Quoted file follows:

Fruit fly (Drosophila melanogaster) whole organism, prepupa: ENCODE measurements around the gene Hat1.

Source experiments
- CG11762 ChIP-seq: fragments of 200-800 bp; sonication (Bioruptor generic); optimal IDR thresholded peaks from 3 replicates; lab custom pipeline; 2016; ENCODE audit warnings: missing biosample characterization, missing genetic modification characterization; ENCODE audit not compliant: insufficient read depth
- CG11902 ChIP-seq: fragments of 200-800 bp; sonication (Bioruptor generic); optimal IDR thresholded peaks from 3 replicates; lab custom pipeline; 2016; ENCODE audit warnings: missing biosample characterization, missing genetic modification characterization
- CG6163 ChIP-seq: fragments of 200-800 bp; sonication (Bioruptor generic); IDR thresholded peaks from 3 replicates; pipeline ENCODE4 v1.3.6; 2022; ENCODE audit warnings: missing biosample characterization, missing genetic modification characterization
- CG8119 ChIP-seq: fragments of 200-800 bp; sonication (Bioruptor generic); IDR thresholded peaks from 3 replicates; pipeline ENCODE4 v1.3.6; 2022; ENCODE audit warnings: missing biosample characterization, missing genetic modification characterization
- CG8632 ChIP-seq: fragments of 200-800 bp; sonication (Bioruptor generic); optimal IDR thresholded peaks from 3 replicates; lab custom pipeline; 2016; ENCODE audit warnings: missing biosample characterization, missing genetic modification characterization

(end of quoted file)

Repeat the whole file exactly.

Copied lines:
Fruit fly (Drosophila melanogaster) whole organism, prepupa: ENCODE measurements around the gene Hat1.

Source experiments
- CG11762 ChIP-seq: fragments of 200-800 bp; sonication (Bioruptor generic); optimal IDR thresholded peaks from 3 replicates; lab custom pipeline; 2016; ENCODE audit warnings: missing biosample characterization, missing genetic modification characterization; ENCODE audit not compliant: insufficient read depth
- CG11902 ChIP-seq: fragments of 200-800 bp; sonication (Bioruptor generic); optimal IDR thresholded peaks from 3 replicates; lab custom pipeline; 2016; ENCODE audit warnings: missing biosample characterization, missing genetic modification characterization
- CG6163 ChIP-seq: fragments of 200-800 bp; sonication (Bioruptor generic); IDR thresholded peaks from 3 replicates; pipeline ENCODE4 v1.3.6; 2022; ENCODE audit warnings: missing biosample characterization, missing genetic modification characterization
- CG8119 ChIP-seq: fragments of 200-800 bp; sonication (Bioruptor generic); IDR thresholded peaks from 3 replicates; pipeline ENCODE4 v1.3.6; 2022; ENCODE audit warnings: missing biosample characterization, missing genetic modification characterization
- CG8632 ChIP-seq: fragments of 200-800 bp; sonication (Bioruptor generic); optimal IDR thresholded peaks from 3 replicates; lab custom pipeline; 2016; ENCODE audit warnings: missing biosample characterization, missing genetic modification characterization